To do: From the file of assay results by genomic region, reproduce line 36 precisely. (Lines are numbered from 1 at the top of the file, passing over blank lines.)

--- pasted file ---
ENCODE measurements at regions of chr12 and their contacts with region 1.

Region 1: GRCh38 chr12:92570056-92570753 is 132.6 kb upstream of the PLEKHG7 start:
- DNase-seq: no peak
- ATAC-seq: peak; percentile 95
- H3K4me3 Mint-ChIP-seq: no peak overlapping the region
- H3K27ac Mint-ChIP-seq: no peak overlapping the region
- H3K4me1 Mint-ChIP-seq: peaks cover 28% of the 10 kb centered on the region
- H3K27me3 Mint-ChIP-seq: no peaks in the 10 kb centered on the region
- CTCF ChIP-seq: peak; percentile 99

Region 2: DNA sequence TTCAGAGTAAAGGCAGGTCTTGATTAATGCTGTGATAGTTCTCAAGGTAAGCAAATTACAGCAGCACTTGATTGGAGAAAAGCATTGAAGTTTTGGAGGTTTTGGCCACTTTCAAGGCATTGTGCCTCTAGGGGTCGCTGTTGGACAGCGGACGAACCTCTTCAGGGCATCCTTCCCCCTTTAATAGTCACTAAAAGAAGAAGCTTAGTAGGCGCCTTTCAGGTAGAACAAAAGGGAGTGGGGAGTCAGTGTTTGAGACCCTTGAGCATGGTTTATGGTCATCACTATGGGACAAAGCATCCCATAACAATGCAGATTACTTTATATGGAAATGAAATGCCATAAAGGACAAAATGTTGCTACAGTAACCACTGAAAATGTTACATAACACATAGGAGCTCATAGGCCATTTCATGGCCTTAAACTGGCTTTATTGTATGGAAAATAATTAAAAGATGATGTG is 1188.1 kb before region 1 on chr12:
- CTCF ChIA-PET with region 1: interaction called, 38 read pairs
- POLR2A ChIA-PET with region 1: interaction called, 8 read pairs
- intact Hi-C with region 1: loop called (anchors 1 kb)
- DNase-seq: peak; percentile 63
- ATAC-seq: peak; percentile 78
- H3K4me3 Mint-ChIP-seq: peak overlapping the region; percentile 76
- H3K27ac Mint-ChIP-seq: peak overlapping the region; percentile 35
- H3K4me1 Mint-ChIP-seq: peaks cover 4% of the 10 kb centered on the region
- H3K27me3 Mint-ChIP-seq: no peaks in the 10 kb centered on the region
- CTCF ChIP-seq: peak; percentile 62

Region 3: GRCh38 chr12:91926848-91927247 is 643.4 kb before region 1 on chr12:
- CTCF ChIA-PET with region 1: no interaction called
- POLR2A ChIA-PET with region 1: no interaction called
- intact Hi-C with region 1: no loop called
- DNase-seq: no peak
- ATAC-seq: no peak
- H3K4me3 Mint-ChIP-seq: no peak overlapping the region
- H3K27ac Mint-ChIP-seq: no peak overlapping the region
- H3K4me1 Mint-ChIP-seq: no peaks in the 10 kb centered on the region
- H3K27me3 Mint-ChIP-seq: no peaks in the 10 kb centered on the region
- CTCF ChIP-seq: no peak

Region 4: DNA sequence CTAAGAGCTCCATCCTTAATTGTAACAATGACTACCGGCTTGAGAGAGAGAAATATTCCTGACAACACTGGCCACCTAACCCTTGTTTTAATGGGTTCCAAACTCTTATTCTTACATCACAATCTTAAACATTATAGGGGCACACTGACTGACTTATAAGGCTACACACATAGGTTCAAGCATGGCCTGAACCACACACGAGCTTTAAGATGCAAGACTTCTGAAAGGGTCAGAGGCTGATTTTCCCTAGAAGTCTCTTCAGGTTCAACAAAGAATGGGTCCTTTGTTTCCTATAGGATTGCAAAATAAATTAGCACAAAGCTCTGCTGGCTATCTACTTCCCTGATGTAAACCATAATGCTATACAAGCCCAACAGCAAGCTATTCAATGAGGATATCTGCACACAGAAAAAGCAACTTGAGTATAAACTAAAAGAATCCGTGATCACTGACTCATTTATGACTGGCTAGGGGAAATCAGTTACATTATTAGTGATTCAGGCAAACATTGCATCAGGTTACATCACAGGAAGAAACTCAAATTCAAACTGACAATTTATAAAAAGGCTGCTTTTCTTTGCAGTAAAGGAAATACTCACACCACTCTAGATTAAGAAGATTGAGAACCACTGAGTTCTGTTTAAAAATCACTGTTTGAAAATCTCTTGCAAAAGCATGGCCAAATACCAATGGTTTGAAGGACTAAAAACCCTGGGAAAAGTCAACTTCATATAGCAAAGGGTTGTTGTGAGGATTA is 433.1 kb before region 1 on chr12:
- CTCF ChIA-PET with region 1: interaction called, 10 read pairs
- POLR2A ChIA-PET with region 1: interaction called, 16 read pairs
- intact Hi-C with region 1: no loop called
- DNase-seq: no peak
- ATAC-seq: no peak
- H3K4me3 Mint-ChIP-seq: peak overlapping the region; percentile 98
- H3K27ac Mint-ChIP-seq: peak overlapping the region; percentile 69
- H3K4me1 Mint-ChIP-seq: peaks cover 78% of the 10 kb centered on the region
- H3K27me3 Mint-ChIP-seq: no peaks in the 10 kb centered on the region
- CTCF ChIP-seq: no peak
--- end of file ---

- DNase-seq: no peak